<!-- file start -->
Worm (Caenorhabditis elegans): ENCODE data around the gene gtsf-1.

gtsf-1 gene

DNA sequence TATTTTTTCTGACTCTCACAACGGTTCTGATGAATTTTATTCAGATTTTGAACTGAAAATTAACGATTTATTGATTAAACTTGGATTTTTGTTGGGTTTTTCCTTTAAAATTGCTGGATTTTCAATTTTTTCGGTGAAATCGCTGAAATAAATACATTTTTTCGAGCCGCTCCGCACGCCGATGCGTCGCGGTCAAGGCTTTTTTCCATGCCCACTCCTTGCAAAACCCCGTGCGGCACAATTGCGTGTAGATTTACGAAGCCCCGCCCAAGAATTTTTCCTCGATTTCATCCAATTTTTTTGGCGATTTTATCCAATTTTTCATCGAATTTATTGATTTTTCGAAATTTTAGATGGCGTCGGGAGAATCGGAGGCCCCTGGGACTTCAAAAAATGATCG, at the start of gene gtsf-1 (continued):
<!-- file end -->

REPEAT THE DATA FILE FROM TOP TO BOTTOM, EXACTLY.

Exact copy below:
Worm (Caenorhabditis elegans): ENCODE data around the gene gtsf-1.

gtsf-1 gene

DNA sequence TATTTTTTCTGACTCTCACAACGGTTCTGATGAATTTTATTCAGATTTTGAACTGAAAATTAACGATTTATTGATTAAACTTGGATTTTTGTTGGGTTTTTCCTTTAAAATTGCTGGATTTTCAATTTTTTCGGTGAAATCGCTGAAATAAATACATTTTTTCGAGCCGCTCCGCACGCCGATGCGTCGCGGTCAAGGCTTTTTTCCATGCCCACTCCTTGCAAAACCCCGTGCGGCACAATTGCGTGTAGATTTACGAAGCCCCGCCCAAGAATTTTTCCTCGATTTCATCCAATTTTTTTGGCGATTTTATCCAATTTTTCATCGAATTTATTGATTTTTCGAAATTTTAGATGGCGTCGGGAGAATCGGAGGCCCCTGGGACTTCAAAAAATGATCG, at the start of gene gtsf-1 (continued):